Where Family Law and Criminal Law Intersect – Assault-Family Violence Cases
Happy Friday again everybody, hope you had a great week. This week we’re continuing our series on when the worlds of criminal law and family law intertwine. And this week we’ll be looking specifically at assault family violence cases. We see these go hand-in-hand with nasty and contentious divorce cases all the time. It’s a sad, sad situation, but it is one that is relatively common.
So the first thing you need to know if you’re going through a divorce, or anybody that you know is going through a divorce and there are allegations of assault, be they formal, police records have been filed, criminal charges have been filed. Or they’ve simply made the allegation in the pleadings alone, it’s imperative that you sit down and talk with a criminal lawyer about what that means, what those cases can entail, what to watch out for, and to have that criminal lawyer on standby and retained to help navigate those waters with the DA, and do everything in our power to keep the divorce where it belongs, in the civil realm, rather than coming over to a criminal court where criminal proceedings are going to be initiated against you. Because at that point, it’s really hard to un-ring that bell.
And it would probably come as no surprise that if there are either pending criminal charges, or even worse, a criminal conviction on your record for assault or any type of domestic violence case, your family law case is going to suffer a great, great deal. Whether it be in terms of child support, custody arrangements, visitations, whatever. You’re going to have some really severe ramifications on the family law side if you don’t take care of those criminal allegations the right way.
So when we have a case like this, that has a family law component and a criminal law component like an assault family violence, it’s important that we work hand-in-hand with the family lawyers that are representing the same client. That’s why when clients come in and they have these situations, I will always refer them out to a family lawyer who I know, who I trust, who I’ve worked with or have a relationship with, so that I know that while I’m looking out for their best interests criminally, this lawyer who knows what they’re doing is looking out for their best interest on the family law side.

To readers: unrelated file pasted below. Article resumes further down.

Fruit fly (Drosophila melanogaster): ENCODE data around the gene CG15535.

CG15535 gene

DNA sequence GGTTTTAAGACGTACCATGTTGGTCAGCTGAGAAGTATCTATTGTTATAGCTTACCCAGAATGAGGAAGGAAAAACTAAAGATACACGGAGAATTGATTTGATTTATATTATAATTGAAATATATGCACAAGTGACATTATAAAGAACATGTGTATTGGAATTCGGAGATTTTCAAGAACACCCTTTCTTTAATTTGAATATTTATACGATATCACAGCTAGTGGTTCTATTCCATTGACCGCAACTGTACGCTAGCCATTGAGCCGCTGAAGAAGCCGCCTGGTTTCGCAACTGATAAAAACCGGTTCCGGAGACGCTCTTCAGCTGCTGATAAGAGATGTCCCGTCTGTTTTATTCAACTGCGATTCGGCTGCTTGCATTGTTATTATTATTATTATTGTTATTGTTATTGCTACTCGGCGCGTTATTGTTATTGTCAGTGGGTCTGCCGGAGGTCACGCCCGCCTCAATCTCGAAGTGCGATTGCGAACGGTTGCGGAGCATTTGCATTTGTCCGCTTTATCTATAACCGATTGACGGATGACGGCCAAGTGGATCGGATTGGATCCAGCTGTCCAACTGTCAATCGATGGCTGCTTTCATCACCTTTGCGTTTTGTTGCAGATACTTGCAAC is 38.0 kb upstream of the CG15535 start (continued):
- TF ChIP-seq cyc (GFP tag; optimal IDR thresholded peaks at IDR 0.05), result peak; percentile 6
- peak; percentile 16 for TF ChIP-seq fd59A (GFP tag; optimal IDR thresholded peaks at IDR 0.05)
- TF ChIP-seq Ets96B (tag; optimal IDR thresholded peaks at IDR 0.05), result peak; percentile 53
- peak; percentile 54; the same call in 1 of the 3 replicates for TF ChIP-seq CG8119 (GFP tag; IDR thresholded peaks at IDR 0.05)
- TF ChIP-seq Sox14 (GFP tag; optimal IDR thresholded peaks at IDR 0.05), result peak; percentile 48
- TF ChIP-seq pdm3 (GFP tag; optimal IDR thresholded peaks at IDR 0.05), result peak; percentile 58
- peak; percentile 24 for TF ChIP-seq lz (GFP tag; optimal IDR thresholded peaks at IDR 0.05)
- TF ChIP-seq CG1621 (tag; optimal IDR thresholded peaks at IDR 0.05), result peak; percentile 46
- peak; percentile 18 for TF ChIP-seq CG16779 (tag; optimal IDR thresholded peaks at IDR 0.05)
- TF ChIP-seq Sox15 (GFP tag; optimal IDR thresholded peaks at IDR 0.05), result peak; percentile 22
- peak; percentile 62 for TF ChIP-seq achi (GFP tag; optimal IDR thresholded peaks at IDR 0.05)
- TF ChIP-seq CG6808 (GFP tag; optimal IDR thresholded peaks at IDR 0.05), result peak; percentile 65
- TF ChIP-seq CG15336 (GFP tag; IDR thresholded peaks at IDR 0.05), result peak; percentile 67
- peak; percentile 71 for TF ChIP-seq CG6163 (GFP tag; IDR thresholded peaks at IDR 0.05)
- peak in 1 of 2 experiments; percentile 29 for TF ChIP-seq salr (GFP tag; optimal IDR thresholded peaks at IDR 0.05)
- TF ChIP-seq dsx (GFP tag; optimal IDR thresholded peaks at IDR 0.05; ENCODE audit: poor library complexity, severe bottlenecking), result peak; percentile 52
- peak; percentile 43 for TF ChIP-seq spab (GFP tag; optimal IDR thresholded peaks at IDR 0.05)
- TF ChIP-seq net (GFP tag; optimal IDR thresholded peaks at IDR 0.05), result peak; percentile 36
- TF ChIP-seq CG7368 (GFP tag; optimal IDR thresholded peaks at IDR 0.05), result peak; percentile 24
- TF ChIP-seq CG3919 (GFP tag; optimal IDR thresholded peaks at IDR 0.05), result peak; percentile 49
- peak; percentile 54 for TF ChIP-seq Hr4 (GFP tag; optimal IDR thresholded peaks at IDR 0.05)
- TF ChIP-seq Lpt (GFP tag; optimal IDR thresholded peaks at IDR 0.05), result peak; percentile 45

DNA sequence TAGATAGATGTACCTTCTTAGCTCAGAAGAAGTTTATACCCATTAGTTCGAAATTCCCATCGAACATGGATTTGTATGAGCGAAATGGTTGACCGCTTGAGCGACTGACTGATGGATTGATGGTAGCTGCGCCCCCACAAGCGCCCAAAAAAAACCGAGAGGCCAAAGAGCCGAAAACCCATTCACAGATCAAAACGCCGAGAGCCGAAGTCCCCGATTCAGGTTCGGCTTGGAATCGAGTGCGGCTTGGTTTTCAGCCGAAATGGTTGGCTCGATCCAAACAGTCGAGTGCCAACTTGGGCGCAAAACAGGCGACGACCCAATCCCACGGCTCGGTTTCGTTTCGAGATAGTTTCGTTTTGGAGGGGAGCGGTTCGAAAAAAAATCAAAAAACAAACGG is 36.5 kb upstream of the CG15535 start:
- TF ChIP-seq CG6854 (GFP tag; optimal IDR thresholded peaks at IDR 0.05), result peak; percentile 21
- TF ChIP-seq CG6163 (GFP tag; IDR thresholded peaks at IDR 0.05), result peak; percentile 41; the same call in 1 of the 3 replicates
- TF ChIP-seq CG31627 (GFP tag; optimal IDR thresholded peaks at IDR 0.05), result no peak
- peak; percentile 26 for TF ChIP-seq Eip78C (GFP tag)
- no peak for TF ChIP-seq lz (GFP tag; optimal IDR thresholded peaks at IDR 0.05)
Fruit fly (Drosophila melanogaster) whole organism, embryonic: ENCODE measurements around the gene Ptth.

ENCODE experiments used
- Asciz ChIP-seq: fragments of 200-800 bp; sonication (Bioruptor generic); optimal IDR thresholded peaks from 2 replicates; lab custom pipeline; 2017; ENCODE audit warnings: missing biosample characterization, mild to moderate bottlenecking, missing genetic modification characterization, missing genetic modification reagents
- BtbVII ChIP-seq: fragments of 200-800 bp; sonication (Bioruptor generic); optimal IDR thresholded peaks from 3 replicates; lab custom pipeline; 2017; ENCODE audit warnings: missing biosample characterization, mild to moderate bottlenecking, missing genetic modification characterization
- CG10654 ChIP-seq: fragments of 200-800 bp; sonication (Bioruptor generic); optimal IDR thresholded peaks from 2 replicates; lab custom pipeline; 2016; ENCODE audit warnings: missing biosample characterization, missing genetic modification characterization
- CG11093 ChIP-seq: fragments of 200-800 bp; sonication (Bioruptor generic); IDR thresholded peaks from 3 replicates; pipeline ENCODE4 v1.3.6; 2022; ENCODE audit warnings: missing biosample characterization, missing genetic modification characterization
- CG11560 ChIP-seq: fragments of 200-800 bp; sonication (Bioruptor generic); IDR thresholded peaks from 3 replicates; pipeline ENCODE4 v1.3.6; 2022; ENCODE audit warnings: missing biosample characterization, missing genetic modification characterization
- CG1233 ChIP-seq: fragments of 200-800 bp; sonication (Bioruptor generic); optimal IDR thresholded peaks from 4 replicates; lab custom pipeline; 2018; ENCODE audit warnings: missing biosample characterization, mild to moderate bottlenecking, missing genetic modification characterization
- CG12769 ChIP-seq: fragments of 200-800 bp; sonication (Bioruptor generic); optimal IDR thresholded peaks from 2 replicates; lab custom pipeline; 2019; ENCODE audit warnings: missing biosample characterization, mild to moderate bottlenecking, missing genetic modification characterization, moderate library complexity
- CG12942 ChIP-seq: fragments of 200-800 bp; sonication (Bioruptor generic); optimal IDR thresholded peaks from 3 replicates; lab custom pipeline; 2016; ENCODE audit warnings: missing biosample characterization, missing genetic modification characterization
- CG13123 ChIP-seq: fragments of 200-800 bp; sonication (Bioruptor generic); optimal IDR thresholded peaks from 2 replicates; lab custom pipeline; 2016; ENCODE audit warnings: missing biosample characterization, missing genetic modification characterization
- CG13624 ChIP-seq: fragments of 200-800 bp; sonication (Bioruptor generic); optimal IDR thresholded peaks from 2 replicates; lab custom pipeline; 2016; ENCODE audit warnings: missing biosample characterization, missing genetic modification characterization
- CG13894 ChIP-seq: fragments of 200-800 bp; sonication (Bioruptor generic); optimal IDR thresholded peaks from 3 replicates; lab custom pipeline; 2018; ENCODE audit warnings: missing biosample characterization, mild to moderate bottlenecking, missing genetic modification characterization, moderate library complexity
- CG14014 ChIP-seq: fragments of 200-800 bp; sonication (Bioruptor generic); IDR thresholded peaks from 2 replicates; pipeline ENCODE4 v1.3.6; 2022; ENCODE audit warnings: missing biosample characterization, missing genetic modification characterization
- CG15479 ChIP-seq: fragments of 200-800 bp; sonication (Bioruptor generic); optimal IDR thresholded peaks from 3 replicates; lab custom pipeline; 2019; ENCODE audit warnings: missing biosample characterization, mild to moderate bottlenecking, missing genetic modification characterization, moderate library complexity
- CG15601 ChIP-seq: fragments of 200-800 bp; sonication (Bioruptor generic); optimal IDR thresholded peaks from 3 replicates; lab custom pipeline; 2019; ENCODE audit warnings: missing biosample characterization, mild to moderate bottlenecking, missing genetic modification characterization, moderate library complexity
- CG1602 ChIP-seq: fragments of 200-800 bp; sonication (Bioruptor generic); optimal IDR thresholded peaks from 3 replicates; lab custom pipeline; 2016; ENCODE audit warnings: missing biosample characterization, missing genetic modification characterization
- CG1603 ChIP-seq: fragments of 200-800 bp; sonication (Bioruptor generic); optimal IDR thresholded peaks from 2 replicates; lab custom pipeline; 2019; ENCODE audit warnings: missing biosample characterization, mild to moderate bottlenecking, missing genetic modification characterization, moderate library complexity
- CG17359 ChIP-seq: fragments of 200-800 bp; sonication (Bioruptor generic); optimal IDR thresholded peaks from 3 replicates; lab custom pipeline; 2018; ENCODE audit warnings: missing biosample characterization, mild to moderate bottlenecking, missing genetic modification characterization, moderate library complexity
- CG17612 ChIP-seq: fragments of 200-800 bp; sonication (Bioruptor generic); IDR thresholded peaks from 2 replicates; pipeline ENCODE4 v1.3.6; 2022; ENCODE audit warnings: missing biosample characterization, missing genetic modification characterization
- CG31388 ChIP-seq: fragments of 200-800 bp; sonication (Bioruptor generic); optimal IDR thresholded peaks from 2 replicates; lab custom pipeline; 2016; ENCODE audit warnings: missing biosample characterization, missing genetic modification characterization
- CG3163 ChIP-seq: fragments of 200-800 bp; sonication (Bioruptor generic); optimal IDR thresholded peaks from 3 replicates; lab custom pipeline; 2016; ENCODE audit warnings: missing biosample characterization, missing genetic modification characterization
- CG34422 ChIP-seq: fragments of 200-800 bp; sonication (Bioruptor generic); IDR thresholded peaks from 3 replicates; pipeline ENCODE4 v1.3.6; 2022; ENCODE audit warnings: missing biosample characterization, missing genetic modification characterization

So it’s important that we work hand-in-hand with the family lawyer so we maintain that communication and we stay on the same page about what needs to happen.
So the first thing to know is, like I said, get a criminal lawyer. The second thing to know is, do not file any pleadings in the family law case that make affirmative statements about what did or did not happen. No affidavits, no pleadings to the best that you can avoid it. You don’t want to file anything affirmatively until you consult with that criminal lawyer.
And along those lines, you certainly don’t want to sit down for a deposition, or attend a hearing and testify under oath unless you have consulted with, and have that criminal lawyer with you. Because there are certain things that a family lawyer may not necessarily be on the lookout for, but nevertheless can really, really hurt you on the criminal side.
You might win that family law hearing. You might win that battle, but you ultimately lose the war because you said something under oath that can then be used against you on the criminal side, that’s going to support a conviction and it’s going to screw everything up.
So if you’ve got a family law case where there’s any allegations of abuse, whether it’s against the spouse or a child or anybody like that, first things first, get a criminal lawyer on board. Let us help you. Let us work with the family lawyer. Let us figure out how to best protect you and all of your interests.
Stay tuned. Next week we’re going to go into another topic about this, this criminal law family law intersection. As always, if you have any questions or you have any topics that you want to see covered that have come up in your case, please reach out via phone, email, text, whatever. Let me know, and I’d be happy to discuss them either here or with you in-person. Hope you have a great weekend and we’ll see you next week.